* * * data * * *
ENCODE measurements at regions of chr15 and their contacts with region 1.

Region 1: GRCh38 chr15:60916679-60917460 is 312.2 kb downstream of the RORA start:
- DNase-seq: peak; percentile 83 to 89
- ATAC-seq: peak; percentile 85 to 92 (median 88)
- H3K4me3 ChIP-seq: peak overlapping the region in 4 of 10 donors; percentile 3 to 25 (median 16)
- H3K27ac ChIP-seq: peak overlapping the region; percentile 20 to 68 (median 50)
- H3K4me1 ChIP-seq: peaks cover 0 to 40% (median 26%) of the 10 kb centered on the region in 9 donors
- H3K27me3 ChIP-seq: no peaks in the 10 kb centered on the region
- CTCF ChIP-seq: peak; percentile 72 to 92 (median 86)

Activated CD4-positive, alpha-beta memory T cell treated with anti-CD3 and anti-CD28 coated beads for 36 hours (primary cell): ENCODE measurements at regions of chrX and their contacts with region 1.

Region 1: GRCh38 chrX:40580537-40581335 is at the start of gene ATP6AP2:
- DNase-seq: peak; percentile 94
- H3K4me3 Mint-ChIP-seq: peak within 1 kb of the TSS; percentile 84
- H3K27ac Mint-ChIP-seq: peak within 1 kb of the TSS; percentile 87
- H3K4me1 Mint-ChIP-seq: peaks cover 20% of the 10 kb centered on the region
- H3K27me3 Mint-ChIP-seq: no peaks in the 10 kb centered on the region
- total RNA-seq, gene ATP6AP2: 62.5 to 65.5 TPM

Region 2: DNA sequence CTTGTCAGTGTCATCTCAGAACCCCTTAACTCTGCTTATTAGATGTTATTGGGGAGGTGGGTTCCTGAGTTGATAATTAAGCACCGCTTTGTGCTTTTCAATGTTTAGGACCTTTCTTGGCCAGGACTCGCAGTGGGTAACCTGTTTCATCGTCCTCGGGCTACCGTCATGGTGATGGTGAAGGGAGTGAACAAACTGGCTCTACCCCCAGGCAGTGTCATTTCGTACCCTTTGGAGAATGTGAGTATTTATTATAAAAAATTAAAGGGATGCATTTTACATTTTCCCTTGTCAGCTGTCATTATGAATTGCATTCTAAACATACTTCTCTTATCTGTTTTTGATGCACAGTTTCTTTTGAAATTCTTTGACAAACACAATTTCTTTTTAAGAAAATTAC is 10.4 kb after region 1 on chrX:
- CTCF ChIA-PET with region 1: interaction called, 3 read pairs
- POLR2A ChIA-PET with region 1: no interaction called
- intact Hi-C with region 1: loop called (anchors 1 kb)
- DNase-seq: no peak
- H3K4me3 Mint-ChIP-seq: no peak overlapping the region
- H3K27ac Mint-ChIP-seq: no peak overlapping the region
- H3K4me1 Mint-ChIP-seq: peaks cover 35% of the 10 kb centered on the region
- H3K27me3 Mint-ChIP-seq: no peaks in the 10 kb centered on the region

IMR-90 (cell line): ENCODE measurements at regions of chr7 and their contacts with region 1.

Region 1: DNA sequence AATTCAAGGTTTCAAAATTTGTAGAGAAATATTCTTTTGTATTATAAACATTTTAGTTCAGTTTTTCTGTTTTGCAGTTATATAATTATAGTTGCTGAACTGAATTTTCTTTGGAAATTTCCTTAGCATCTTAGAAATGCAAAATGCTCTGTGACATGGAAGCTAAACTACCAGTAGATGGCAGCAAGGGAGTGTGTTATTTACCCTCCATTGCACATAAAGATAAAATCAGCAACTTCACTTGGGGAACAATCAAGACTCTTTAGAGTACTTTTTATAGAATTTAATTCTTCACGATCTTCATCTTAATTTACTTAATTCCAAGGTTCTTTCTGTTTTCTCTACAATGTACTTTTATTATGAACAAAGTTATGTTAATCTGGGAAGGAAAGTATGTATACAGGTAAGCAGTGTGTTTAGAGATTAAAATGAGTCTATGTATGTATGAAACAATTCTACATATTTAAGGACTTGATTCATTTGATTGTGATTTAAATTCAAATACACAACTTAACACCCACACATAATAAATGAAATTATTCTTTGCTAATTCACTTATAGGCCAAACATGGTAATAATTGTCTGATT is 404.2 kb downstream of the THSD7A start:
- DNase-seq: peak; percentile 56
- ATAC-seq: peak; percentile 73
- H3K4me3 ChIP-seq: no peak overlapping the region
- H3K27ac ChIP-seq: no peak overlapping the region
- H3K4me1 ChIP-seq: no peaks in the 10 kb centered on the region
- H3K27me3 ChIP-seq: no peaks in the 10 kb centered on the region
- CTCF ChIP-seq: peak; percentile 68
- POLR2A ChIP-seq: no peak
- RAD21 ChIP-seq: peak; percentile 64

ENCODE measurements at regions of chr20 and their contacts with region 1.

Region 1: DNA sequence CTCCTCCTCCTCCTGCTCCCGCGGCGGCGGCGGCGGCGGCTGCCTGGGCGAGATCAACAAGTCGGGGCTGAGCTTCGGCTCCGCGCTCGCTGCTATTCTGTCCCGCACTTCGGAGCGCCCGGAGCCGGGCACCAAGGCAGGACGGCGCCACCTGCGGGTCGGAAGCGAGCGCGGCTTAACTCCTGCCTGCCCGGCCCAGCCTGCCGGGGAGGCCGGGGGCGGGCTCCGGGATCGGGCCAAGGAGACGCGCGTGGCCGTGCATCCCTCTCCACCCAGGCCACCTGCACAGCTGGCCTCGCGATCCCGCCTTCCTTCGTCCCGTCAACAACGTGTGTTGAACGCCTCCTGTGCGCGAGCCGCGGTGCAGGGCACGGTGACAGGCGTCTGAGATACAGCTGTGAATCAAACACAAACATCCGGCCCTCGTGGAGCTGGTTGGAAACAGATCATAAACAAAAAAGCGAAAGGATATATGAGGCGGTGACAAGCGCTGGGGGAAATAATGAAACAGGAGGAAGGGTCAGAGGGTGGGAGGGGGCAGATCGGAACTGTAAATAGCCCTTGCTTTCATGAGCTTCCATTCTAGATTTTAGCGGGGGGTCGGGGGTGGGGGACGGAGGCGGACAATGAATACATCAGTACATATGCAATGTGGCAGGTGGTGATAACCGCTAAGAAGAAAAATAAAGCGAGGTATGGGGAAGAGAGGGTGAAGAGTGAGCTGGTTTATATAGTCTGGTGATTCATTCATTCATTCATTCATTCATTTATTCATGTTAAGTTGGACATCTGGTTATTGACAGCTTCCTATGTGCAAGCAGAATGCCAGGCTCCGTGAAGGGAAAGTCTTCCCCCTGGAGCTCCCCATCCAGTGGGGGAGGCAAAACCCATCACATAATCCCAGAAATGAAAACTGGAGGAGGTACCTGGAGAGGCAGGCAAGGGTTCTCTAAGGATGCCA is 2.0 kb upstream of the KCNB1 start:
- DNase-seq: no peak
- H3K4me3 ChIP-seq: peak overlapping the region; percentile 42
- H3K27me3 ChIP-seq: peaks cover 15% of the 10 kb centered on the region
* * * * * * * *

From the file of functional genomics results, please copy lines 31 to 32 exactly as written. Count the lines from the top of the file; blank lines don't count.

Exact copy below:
- H3K4me3 ChIP-seq: no peak overlapping the region
- H3K27ac ChIP-seq: no peak overlapping the region